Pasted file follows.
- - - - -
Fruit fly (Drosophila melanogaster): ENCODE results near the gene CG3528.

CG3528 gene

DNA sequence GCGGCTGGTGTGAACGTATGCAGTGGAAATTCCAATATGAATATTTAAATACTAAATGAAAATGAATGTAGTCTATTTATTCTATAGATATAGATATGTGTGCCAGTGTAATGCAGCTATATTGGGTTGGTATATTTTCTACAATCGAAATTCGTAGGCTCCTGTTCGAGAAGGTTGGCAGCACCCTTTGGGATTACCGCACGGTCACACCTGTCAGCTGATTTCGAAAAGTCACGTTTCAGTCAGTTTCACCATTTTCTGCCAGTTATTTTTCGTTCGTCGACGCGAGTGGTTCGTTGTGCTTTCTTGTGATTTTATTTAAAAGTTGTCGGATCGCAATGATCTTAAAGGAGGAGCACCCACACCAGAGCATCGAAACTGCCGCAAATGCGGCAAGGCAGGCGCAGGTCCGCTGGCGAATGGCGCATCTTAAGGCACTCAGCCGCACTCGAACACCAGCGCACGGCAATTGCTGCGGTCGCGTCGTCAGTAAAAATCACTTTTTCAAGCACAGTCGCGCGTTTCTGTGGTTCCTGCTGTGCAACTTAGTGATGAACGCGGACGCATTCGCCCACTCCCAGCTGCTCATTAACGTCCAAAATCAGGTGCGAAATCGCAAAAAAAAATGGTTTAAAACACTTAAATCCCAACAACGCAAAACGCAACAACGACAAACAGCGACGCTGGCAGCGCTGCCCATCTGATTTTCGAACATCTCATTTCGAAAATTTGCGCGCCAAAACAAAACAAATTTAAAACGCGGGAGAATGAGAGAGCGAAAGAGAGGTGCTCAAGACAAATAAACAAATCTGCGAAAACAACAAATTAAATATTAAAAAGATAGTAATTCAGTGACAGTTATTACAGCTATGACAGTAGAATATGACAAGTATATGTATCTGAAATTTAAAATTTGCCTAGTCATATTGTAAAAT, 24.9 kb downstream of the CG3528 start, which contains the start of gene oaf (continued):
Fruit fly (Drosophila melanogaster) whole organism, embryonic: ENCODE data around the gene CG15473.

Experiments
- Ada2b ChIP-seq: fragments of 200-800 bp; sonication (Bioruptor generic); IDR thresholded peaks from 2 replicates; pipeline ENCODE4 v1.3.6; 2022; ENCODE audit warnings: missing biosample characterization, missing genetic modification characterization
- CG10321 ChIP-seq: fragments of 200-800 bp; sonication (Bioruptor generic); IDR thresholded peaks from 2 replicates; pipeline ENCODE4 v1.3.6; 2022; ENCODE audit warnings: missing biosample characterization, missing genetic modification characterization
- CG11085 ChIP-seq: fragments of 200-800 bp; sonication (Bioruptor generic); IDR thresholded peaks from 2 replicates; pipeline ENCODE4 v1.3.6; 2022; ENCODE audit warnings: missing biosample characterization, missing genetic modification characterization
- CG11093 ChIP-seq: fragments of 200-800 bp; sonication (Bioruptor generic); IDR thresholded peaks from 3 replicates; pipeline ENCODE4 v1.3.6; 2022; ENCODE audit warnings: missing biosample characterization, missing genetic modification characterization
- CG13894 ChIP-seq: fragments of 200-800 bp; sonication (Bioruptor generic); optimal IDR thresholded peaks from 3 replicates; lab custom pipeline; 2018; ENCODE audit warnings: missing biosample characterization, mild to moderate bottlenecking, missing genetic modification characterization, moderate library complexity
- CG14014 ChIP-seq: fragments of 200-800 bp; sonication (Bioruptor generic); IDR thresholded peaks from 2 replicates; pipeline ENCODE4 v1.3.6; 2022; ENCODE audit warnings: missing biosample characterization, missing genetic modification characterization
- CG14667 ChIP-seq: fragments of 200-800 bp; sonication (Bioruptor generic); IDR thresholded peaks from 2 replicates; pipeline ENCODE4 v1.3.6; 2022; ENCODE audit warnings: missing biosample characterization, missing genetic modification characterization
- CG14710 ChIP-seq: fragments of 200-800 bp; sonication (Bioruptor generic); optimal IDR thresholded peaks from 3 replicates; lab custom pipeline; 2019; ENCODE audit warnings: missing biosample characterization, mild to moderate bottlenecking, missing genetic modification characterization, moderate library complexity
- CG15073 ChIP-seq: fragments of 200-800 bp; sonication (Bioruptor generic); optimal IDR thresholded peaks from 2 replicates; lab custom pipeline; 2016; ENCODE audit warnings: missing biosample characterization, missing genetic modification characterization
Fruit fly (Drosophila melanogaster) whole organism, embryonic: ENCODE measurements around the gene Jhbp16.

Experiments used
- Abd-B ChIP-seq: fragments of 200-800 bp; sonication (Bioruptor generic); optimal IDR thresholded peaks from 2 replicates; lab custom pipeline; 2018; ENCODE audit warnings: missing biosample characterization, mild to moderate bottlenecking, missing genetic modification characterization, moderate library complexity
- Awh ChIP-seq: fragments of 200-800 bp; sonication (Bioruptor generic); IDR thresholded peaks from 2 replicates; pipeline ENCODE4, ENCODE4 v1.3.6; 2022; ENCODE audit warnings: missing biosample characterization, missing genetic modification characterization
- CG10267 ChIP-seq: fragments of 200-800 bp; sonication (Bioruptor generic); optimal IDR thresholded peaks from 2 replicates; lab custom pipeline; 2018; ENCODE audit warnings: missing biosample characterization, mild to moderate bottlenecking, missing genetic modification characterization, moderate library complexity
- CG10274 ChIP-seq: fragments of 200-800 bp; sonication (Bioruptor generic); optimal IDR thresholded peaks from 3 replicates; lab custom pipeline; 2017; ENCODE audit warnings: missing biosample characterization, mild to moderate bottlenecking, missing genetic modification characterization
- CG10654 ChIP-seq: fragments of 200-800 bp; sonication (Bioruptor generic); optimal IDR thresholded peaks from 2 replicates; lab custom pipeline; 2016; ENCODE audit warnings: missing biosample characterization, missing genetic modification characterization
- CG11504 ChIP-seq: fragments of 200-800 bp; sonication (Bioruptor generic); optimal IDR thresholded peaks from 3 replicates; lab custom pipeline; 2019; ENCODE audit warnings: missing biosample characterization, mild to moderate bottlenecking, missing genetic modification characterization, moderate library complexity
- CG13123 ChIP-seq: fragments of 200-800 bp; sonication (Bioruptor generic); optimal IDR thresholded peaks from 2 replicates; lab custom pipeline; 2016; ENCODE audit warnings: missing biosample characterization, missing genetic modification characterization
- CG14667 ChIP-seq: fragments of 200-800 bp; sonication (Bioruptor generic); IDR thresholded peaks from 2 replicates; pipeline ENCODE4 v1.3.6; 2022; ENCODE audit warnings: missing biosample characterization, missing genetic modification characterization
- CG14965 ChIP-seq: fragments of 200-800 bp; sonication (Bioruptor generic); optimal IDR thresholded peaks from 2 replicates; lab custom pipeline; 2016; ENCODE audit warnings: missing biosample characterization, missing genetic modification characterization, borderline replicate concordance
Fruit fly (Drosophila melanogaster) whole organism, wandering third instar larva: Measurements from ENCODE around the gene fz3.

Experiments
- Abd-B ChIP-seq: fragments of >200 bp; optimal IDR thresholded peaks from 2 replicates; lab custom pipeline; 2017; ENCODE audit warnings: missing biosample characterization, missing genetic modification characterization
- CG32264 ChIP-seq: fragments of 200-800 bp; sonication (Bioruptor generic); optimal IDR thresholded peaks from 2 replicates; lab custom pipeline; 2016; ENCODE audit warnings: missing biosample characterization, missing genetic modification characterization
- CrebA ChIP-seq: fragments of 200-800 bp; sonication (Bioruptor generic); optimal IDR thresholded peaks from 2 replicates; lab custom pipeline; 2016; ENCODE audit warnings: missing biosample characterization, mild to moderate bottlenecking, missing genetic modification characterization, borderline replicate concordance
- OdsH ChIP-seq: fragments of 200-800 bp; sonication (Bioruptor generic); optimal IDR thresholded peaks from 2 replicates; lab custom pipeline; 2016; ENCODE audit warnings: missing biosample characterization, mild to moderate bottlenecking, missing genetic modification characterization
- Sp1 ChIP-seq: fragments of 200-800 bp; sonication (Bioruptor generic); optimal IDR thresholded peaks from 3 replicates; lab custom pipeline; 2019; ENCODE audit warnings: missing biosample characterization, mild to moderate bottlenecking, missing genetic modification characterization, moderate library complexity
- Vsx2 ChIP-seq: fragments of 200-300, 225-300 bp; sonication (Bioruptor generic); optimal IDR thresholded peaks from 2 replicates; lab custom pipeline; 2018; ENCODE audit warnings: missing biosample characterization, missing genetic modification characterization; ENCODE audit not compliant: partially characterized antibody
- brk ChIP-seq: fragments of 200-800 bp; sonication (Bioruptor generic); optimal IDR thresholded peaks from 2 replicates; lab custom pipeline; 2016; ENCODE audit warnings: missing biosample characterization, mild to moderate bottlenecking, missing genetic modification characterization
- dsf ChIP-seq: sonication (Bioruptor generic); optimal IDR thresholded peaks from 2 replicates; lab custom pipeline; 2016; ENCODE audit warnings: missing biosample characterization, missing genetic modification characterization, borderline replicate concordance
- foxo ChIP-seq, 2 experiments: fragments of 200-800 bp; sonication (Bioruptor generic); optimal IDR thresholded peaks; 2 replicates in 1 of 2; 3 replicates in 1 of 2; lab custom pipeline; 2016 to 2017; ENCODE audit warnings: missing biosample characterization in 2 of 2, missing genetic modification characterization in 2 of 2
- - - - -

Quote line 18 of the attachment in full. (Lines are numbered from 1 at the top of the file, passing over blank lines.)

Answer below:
- Awh ChIP-seq: fragments of 200-800 bp; sonication (Bioruptor generic); IDR thresholded peaks from 2 replicates; pipeline ENCODE4, ENCODE4 v1.3.6; 2022; ENCODE audit warnings: missing biosample characterization, missing genetic modification characterization